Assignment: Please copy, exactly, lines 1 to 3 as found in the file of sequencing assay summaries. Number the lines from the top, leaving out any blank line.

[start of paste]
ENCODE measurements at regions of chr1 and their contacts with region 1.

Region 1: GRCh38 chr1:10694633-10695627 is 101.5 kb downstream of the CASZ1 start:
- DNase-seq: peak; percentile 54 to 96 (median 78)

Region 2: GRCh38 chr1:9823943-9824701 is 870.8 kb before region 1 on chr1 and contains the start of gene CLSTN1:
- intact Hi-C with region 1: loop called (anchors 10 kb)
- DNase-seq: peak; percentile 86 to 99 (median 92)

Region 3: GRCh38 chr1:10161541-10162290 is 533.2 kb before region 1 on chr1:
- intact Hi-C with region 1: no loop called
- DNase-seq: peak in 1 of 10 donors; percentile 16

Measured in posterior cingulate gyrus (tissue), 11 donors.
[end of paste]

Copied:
ENCODE measurements at regions of chr1 and their contacts with region 1.

Region 1: GRCh38 chr1:10694633-10695627 is 101.5 kb downstream of the CASZ1 start:
- DNase-seq: peak; percentile 54 to 96 (median 78)